Egypt in the Old Kingdom

Katep and Hetepheres (no. 6 in the tour)

The pyramids and tombs of Egypt's Old Kingdom (Third to Sixth Dynasties, about 2686-2181 BC), with their magnificent reliefs, paintings, statues and stelae, have often been seen as the epitome of the whole of ancient Egypt. Indeed, if the Early Dynastic period was the formative period in which the bases of Egyptian civilization were firmly established, the Old Kingdom was when it came of age.

From the Fourth Dynasty, the administration of the country was highly organised, controlled by civil servants from the royal residence at Memphis, where the king was supreme. The efficiency of the administration is no better exemplified than in the building of the pyramids: it is estimated that the Great Pyramid when complete contained about 2,300,000 blocks of stone of an average weight of 2½ tons, all of which had to be transported from quarry to site.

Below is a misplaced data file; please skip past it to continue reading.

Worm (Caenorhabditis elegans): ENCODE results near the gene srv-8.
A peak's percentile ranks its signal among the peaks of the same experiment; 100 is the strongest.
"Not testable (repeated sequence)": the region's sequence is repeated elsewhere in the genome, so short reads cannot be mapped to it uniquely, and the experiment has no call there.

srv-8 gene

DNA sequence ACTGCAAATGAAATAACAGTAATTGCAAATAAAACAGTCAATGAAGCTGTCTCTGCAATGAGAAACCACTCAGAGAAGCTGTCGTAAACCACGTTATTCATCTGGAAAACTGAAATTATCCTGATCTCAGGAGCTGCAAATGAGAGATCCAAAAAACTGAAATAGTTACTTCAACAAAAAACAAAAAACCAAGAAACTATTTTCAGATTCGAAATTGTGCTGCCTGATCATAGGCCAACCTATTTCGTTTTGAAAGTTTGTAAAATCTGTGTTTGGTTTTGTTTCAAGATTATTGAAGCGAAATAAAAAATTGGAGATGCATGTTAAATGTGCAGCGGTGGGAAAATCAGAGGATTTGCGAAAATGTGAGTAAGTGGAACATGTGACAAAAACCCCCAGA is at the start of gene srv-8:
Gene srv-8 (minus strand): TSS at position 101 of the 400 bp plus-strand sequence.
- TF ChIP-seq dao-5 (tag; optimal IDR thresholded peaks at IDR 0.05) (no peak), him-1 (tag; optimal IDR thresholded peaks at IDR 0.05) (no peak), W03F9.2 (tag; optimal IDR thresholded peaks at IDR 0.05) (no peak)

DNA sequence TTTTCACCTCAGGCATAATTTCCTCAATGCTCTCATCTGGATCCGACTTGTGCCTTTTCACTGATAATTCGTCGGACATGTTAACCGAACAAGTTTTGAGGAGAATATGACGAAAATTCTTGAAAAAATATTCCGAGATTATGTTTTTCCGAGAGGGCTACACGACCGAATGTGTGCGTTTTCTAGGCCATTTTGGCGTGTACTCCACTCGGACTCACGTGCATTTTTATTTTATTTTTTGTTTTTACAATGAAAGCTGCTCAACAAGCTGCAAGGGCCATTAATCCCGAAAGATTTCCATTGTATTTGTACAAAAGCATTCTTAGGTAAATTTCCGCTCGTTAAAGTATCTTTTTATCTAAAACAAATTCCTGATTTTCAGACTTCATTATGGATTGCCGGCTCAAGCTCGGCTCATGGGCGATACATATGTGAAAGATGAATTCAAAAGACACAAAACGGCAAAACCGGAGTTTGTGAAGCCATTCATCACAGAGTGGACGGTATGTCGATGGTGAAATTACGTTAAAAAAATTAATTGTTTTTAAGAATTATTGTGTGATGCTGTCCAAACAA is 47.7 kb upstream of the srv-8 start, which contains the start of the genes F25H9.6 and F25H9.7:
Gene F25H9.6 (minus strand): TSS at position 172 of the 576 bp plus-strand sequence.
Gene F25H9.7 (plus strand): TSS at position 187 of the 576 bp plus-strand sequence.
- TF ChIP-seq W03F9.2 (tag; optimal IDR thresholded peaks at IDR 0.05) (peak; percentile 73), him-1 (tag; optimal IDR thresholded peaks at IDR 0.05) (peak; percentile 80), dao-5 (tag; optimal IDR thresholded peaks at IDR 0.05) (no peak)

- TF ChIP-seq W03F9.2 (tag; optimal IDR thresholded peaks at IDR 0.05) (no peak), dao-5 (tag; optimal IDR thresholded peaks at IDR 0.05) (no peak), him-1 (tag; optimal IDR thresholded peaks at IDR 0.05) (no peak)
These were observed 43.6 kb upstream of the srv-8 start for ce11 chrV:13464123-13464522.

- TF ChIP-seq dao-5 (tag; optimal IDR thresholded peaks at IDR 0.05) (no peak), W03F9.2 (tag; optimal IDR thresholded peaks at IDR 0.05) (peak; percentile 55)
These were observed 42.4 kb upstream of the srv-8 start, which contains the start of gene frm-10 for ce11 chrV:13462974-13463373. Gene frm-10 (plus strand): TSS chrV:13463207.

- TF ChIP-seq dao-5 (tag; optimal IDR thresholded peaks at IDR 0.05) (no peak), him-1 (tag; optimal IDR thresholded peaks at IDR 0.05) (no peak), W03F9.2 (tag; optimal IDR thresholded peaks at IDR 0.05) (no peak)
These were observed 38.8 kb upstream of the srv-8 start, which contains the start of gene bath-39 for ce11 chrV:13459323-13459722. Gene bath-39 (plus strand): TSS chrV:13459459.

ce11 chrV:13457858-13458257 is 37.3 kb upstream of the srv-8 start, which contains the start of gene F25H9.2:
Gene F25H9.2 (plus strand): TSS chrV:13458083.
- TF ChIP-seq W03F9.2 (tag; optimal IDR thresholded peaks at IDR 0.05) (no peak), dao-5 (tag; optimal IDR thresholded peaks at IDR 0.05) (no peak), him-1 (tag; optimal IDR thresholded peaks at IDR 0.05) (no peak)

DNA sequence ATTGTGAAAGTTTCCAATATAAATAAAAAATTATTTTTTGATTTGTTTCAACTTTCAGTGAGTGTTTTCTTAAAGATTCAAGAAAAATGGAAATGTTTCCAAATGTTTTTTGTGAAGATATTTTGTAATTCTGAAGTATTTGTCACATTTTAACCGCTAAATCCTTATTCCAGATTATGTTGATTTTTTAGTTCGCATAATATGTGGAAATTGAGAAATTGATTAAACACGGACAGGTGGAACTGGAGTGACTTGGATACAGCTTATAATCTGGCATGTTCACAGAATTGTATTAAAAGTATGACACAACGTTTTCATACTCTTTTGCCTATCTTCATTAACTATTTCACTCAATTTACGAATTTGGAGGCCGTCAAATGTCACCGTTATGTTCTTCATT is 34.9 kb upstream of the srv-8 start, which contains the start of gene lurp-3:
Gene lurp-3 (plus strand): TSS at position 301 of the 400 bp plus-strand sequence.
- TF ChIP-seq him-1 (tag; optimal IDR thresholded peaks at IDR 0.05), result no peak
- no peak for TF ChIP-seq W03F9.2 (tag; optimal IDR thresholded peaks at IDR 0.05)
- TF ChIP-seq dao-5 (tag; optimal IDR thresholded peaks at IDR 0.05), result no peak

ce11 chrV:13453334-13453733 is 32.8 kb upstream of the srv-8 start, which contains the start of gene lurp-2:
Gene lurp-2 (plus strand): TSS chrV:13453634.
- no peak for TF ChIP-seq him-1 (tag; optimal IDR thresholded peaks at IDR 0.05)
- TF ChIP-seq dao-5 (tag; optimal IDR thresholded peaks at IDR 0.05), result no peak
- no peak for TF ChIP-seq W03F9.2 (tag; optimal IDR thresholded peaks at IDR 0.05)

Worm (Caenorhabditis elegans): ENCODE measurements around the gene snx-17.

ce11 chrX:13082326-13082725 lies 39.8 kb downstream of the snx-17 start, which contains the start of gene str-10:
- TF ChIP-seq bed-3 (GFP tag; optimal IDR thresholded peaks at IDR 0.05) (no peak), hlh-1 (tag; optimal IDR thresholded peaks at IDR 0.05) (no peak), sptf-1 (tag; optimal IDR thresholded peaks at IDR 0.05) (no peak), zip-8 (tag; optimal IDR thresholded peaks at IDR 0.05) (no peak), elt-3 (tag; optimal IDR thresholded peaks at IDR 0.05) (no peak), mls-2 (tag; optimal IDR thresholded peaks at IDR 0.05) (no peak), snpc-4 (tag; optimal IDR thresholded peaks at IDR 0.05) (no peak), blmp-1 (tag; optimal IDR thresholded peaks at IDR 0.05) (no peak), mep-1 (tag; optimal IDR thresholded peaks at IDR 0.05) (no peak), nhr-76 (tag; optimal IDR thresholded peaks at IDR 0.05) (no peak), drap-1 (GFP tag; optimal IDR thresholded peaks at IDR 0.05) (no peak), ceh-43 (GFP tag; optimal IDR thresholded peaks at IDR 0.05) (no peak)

This tour features objects from the period in the British Museum's collection, including remains of the fabric of the early royal pyramids, architectural elements and sculpture from the tombs of the officials that ran the country and a papyrus from one of the most important adminstrative archives of the period.